The list of such potential barriers, spelt out below, is not exhaustive and is meant to provide a reference in taking action with a view to increasing accessibility and outreach to people with fewer opportunities.

These barriers can hinder their participation both as a stand-alone factor and in combination among them:

1. Disabilities: This includes physical, mental, intellectual or sensory impairments which, in interaction with various barriers, may hinder someone’s full and effective participation in society on the same footing as others
2. Health problems: Barriers may result from health issues including severe illnesses, chronic diseases, or any other physical or mental health-related situation that prevents from participating in the programme.
3. Barriers linked to education and training systems: Individuals struggling to perform in education and training systems for various reasons, early school-leavers, NEETs (people not in education, employment or training) and low-skilled adults may face barriers.
4. Cultural differences: While cultural differences may be perceived as barriers by people from any backgrounds, they can particularly affect people with fewer opportunities. Such differences may represent significant barriers to learning in general, all the more for people with a migrant or refugee background – especially newly-arrived migrants -, people belonging to a national or ethnic minority, sign language users, people with linguistic adaptation and cultural inclusion difficulties, etc. Being exposed to foreign languages and cultural differences when taking part in any kind of programme activities may put off individuals and somehow limit the benefits from their participation. And such cultural differences may even prevent potential participants from applying for support through the programme, thereby representing an entry barrier altogether.
5. Social barriers: Social adjustment difficulties such as limited social competences, anti-social or high-risk behaviours, (former) offenders, (former) drug or alcohol abusers, or social marginalisation may represent a barrier. Other social barriers can stem from family circumstances, for instance being the first in the family to access higher education or being a parent (especially a single parent), a caregiver, a breadwinner or an orphan, or having lived or currently living in institutional care.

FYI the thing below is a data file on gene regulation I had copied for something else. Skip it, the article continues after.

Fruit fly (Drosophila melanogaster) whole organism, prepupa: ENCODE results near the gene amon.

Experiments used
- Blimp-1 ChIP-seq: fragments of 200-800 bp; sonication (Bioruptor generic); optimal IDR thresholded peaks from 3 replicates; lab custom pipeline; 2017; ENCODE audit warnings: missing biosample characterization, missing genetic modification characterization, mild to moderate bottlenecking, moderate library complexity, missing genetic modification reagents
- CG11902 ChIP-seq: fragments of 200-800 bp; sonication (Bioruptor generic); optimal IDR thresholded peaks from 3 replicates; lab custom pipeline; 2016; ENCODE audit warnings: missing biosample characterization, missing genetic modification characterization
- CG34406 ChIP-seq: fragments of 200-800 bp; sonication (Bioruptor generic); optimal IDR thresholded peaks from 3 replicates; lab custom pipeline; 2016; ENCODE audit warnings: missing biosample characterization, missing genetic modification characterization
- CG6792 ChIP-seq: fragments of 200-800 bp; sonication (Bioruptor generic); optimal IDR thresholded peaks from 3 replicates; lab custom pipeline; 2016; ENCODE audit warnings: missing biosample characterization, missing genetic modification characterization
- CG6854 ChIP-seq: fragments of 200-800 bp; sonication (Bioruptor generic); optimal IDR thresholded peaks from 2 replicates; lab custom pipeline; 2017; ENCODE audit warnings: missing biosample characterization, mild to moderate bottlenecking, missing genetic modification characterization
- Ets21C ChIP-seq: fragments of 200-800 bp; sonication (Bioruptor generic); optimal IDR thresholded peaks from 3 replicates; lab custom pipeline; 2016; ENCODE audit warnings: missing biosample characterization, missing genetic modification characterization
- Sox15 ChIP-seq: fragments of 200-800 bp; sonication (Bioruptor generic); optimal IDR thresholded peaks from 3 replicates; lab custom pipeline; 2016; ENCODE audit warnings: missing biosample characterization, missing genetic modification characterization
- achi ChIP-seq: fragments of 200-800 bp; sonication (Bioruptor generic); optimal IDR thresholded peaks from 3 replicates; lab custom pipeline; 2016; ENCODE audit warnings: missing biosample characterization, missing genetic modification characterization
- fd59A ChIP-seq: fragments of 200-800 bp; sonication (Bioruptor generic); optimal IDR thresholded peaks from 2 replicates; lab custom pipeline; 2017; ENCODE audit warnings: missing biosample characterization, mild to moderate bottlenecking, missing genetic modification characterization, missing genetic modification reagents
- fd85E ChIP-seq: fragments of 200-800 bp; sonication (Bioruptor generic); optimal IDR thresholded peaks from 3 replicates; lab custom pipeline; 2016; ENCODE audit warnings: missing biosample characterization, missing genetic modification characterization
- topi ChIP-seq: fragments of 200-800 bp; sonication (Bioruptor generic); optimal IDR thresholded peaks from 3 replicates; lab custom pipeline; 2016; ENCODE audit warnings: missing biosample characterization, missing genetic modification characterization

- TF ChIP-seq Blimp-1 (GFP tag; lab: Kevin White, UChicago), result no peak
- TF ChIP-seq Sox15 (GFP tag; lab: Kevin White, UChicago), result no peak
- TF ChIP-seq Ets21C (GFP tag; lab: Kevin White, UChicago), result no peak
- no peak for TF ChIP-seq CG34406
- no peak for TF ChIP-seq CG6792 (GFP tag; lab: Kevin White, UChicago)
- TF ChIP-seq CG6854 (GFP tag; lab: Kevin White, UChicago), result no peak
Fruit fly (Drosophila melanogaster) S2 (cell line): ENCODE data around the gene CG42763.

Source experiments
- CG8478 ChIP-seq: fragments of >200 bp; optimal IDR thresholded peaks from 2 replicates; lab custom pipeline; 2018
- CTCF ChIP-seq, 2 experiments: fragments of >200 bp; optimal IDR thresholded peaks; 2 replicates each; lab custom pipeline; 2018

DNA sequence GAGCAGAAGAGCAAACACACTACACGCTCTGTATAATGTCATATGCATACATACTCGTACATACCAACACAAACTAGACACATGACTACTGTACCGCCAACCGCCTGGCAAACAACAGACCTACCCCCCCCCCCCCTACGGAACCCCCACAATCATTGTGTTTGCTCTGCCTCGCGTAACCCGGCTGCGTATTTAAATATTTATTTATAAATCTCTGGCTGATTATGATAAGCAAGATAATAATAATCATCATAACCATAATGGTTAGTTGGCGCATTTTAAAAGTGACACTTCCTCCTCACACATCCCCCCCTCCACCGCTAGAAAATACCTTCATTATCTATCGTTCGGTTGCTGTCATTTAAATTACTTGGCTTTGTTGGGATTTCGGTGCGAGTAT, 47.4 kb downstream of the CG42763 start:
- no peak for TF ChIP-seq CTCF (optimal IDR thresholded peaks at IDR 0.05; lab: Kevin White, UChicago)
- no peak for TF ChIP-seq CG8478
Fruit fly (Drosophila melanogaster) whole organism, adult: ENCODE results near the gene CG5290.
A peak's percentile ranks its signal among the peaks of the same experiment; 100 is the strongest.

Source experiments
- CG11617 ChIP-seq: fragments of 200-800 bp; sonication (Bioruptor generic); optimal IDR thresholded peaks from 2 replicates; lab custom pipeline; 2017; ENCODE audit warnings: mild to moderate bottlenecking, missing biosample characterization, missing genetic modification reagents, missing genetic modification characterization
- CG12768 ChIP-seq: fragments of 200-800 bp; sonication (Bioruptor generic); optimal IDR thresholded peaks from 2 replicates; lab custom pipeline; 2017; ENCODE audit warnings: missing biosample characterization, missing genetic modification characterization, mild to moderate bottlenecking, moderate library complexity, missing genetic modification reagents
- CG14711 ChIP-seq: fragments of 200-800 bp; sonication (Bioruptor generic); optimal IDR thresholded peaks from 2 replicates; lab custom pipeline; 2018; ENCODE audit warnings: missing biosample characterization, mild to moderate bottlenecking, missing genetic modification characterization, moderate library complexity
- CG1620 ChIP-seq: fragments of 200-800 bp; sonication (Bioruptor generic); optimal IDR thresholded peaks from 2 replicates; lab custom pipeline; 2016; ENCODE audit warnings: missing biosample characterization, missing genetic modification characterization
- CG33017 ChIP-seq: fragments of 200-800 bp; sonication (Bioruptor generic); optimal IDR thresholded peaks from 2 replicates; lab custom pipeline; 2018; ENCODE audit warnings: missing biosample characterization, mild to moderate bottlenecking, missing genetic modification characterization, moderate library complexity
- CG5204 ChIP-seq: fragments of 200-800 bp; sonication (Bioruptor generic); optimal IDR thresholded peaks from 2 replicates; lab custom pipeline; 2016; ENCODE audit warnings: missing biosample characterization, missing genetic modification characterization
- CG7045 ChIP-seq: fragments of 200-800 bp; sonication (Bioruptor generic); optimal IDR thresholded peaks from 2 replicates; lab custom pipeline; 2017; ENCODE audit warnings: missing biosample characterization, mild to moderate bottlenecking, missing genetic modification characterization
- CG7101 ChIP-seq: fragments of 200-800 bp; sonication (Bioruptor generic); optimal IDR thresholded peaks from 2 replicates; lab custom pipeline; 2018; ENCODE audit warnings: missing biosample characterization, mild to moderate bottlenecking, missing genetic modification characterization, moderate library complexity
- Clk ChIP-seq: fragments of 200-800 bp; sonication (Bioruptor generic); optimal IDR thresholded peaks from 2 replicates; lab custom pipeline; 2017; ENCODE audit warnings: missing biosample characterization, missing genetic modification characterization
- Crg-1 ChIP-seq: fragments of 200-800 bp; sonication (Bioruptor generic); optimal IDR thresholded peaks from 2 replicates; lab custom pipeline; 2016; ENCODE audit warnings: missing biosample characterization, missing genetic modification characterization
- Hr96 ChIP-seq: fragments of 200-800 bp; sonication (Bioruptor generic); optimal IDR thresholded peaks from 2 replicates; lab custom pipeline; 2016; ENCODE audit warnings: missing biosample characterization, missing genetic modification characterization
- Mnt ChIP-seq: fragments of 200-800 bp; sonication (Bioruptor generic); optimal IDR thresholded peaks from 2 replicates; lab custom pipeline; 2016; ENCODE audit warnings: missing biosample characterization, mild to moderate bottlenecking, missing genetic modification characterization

6. Economic barriers: Economic disadvantage like a low standard of living, low income, learners who need to work to support themselves, dependence on the social welfare system, in long-term unemployment, precarious situations or poverty, being homeless, in debt or with financial problems, etc., may represent a barrier. Other difficulties may derive from the limited transferability of services (in particular support to people with fewer opportunities) that needs to be “mobile” together with the participants when going to a far place or, all the more, abroad.
7. Barriers linked to discrimination: Barriers can occur as a result of discriminations linked to gender, age, ethnicity, religion, beliefs, sexual orientation, disability, or intersectional factors (a combination of two or several of the mentioned discrimination barriers).
8. Geographical barriers: Living in remote or rural areas, on small islands or in peripheral/outermost regions, in urban suburbs, in less serviced areas (limited public transport, poor facilities) or less developed areas in third countries, etc., may constitute a barrier.